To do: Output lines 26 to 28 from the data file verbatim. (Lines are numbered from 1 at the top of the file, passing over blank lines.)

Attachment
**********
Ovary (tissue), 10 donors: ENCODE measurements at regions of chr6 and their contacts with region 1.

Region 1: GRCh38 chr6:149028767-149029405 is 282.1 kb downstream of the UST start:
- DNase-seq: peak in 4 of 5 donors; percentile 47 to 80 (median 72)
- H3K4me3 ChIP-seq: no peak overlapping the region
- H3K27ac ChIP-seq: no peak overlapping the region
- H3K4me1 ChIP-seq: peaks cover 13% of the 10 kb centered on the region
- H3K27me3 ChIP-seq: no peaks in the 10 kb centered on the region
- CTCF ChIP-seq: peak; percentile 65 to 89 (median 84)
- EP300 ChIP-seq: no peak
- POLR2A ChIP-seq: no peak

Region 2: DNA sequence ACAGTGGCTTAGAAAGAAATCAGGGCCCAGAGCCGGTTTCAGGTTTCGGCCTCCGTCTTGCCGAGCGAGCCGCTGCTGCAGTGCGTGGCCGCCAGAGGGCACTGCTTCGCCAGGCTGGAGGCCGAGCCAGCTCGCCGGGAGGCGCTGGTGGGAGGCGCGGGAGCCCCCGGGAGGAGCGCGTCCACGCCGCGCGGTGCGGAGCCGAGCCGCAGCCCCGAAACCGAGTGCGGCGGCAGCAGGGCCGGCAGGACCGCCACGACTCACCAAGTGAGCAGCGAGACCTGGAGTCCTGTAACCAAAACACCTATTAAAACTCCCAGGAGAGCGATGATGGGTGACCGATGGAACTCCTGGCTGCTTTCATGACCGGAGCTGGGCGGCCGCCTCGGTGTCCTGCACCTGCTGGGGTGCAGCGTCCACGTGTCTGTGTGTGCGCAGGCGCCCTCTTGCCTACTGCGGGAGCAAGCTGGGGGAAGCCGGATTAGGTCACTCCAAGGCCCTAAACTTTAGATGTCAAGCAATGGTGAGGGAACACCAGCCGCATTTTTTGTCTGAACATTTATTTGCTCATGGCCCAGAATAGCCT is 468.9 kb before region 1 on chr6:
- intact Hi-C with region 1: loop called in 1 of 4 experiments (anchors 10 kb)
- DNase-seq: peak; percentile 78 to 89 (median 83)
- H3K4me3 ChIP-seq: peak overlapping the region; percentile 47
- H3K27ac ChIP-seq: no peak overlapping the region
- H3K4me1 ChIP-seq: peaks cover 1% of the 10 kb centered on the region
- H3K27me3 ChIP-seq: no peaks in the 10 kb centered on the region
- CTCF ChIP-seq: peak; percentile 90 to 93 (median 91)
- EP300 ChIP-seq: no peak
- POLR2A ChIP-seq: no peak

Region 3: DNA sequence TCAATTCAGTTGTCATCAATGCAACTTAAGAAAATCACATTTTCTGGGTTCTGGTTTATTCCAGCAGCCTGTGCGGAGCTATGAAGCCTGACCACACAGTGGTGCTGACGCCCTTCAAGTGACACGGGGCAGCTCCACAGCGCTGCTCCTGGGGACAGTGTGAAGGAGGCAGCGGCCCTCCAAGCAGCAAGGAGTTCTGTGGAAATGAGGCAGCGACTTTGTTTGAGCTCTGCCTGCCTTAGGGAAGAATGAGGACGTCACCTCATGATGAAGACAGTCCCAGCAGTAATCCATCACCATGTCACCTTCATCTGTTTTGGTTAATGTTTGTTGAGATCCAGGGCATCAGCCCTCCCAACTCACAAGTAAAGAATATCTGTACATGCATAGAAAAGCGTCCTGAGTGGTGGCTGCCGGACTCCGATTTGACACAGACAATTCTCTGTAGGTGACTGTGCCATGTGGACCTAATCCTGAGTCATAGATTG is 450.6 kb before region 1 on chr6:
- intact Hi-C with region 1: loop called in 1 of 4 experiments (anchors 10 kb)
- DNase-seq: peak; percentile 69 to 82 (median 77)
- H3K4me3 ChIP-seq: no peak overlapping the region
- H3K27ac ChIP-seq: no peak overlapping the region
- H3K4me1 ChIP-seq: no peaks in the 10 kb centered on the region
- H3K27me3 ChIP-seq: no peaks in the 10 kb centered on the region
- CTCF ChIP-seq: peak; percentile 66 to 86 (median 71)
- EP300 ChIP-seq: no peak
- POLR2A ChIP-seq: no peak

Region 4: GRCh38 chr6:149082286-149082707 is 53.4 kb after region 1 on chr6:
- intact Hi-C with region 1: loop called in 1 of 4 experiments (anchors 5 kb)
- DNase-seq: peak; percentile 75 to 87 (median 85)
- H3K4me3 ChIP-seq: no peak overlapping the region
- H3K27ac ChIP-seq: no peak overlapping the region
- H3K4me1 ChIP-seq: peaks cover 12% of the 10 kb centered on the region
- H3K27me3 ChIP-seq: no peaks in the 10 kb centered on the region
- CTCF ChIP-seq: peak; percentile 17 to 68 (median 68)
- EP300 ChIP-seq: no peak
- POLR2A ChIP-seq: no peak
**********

- H3K4me1 ChIP-seq: no peaks in the 10 kb centered on the region
- H3K27me3 ChIP-seq: no peaks in the 10 kb centered on the region
- CTCF ChIP-seq: peak; percentile 66 to 86 (median 71)